MAJOR COMPUTER NETWORK CONNECTS TO CAMPUS
Montana NTN Golden Spike Event

A blank spot on the map of major research and education computer networks was officially filled in last summer with the completion of a new digital pathway across the northern states between Chicago and Seattle. The network offers increase in bandwidth for research, education, health care and government uses, with speeds 10,000 times greater than the typical broadband connection.

A Northern Tier Network Consortium "Golden Spike Event" was held at UM's School of Law to celebrate the new computer pathway.

About 60 attendees discussed the possibilities of the new 10-gigabit-per-second system, with other participants added via crystal-clear videoconferencing sessions between UM, North Dakota State University and Indiana University.

"This new network is 10,000 times faster than what people have in their homes," says Ray Ford, chief information officer for UM Information Technology. "It will allow Montana researchers and educators to do well-known things much faster and also inspire creativity in our students, faculty and researchers to invent uses that haven't been invented yet."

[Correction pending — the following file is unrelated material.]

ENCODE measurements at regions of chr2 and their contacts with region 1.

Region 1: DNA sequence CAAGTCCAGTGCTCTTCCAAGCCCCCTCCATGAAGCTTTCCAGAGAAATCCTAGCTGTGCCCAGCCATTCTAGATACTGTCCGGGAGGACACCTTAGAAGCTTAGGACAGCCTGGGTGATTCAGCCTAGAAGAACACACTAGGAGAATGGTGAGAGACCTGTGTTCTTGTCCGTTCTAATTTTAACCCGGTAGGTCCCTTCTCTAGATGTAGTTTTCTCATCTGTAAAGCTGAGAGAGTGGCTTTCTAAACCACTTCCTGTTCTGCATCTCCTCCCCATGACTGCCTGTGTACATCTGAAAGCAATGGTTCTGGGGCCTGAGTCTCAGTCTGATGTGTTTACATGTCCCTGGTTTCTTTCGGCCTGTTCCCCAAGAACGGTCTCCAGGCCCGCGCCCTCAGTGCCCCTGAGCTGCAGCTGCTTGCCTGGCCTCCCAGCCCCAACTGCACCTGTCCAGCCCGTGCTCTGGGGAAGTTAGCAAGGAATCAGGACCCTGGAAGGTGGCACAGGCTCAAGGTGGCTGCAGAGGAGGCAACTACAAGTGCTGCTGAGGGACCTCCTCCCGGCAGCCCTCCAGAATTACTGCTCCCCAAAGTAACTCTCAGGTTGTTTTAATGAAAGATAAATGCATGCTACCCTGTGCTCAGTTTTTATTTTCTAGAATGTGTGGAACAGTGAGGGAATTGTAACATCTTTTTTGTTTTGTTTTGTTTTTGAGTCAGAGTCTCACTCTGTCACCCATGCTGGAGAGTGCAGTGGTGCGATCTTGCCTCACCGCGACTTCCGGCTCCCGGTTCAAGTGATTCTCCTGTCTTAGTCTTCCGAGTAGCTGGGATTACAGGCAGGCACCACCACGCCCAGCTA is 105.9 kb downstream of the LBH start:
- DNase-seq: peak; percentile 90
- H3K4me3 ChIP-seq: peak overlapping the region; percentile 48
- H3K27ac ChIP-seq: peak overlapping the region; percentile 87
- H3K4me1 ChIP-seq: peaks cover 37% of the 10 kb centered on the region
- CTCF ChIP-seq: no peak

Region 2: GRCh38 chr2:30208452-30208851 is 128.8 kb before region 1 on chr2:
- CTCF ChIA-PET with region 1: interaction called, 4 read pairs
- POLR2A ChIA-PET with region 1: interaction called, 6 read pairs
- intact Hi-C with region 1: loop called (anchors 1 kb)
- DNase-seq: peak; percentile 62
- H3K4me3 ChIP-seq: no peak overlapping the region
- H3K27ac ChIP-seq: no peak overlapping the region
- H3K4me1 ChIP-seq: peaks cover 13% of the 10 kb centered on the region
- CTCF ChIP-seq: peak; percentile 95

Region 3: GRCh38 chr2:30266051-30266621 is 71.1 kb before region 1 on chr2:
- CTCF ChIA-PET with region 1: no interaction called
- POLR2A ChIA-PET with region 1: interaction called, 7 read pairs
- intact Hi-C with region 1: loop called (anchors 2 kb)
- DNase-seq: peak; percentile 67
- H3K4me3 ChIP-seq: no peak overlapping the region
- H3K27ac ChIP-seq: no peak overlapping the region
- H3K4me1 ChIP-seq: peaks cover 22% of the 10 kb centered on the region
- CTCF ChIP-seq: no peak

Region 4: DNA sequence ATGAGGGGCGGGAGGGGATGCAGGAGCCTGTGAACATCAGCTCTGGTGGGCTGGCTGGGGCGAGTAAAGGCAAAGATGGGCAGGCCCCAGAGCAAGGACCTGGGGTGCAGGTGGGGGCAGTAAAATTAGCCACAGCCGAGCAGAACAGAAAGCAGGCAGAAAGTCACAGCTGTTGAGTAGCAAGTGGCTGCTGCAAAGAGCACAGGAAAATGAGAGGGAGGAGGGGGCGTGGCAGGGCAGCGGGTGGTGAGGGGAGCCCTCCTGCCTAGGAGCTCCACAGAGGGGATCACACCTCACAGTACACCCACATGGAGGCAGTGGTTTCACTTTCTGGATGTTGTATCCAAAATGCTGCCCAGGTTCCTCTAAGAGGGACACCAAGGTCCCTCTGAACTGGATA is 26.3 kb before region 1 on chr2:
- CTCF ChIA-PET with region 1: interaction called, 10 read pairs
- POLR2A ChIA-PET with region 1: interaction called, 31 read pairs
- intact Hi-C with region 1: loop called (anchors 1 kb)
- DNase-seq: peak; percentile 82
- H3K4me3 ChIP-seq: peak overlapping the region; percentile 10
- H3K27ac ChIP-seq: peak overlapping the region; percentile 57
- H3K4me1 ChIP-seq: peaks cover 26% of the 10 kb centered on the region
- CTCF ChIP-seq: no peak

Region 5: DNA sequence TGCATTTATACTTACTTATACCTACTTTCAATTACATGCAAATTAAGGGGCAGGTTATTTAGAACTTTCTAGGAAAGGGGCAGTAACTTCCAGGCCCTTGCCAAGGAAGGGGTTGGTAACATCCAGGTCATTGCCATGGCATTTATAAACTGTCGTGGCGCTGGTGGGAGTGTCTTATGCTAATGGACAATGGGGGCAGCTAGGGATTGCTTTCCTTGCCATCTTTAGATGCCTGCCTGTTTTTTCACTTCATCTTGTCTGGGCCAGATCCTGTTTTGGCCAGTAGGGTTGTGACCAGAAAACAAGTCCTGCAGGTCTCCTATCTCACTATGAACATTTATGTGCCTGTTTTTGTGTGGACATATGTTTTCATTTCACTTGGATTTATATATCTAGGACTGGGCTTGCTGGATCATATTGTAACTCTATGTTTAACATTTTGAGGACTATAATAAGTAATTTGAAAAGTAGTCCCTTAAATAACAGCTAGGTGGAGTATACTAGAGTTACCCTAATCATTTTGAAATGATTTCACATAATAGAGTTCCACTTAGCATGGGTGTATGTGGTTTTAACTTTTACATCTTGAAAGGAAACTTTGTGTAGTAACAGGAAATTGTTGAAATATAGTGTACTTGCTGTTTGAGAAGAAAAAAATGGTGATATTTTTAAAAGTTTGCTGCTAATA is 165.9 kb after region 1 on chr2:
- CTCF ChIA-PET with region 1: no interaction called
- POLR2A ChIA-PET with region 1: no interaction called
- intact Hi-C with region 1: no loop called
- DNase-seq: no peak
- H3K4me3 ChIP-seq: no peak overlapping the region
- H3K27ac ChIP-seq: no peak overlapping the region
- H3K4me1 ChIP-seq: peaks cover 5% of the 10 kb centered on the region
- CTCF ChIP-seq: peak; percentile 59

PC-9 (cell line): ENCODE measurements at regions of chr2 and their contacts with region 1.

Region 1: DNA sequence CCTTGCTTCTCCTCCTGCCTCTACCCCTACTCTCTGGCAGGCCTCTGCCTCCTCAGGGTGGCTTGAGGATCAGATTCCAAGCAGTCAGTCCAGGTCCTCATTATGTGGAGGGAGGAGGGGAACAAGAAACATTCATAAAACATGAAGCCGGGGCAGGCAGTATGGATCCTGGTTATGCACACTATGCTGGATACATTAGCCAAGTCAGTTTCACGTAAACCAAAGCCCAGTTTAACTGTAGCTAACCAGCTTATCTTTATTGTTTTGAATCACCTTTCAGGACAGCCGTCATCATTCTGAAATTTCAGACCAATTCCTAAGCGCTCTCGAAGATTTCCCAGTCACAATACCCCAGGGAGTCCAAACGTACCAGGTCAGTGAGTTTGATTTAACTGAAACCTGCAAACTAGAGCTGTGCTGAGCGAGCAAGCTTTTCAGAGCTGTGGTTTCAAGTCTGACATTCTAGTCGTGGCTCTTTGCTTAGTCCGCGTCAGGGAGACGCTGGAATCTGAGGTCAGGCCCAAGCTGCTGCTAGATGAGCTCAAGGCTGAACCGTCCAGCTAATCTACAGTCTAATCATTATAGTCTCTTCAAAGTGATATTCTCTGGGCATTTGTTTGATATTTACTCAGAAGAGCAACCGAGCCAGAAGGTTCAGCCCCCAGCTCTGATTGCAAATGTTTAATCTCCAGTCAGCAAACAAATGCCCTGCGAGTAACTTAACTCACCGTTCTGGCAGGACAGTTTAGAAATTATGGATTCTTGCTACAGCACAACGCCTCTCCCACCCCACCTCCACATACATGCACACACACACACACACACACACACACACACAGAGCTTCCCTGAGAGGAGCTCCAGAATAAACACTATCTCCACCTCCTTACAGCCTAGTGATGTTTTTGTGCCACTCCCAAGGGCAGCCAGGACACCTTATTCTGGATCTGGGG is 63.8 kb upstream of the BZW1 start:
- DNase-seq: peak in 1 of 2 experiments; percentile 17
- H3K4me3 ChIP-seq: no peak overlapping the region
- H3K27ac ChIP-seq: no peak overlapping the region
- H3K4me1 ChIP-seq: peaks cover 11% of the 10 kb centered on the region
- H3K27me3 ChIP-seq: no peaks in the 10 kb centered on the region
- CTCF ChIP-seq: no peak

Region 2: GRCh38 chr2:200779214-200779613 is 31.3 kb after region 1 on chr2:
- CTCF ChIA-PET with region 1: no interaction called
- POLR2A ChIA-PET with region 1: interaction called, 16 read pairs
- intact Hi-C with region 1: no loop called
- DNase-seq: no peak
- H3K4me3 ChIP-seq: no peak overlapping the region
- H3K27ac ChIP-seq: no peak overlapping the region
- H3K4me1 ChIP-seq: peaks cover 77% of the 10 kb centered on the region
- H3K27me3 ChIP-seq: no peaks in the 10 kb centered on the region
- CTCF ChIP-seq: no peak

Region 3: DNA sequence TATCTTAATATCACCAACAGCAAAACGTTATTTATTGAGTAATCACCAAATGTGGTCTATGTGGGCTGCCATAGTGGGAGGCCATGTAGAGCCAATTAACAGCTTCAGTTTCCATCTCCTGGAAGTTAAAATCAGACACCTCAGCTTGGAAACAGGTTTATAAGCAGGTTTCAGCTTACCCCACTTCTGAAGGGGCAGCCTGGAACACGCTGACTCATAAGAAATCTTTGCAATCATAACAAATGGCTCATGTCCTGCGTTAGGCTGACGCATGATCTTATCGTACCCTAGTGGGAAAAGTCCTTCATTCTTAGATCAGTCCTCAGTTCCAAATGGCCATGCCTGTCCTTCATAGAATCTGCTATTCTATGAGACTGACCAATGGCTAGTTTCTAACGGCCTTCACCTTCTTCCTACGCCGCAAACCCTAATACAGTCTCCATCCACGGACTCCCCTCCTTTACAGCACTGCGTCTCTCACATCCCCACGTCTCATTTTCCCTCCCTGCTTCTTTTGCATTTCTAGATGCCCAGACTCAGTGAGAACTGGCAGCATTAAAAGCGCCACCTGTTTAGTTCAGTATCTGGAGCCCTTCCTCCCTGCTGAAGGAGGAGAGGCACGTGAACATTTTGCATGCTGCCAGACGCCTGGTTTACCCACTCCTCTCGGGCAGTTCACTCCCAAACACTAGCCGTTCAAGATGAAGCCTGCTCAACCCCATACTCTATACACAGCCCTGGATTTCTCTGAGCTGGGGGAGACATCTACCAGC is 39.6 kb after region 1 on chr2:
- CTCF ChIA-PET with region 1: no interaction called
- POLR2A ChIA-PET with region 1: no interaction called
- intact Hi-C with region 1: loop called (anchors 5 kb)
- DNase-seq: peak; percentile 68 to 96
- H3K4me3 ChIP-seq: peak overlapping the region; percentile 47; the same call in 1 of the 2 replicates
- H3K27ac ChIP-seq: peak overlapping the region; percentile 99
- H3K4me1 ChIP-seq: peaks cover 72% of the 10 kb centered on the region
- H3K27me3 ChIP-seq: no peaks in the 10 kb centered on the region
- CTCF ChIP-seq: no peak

He says the network is only available for educational and research functions so they don't compete with private telecommunications businesses.

Jason Neiffer, curriculum director for the Montana Digital Academy, says the new network will be vital to his organization, which offered 47 online classes to students across Big Sky Country last fall. (For more information, visit http://www.montanadigitalacademy.org.) "Our courses will take on a different tenor with the video conferencing and multimedia assets we will now have available," Neiffer says. "Our students will be able to experience virtual labs from 1,000 miles away."

As an example, Jayme Moore at the NDSU Electron Microscopy Center operated a microscope at Fargo, N.D., while using the high-speed Internet connection to display at UM the image one would normally see in the microscope eyepiece. Using a mosquito under a powerful magnification, individual hairs and eye facets instantaneously became visible to the watching Missoula audience as Moore zoomed into the image. She says that once an object was loaded, the microscope could be operated and the image displayed any place that had the proper bandwidth available.

In August, UM and the U.S. Forest Service Missoula Fire Sciences Laboratory announced an agreement to use the new high-speed network to augment area research activities.

For more information on the Northern Tier Network Consortium, visit http://www.ntnc.org.

Article from Vision Magazine 2010.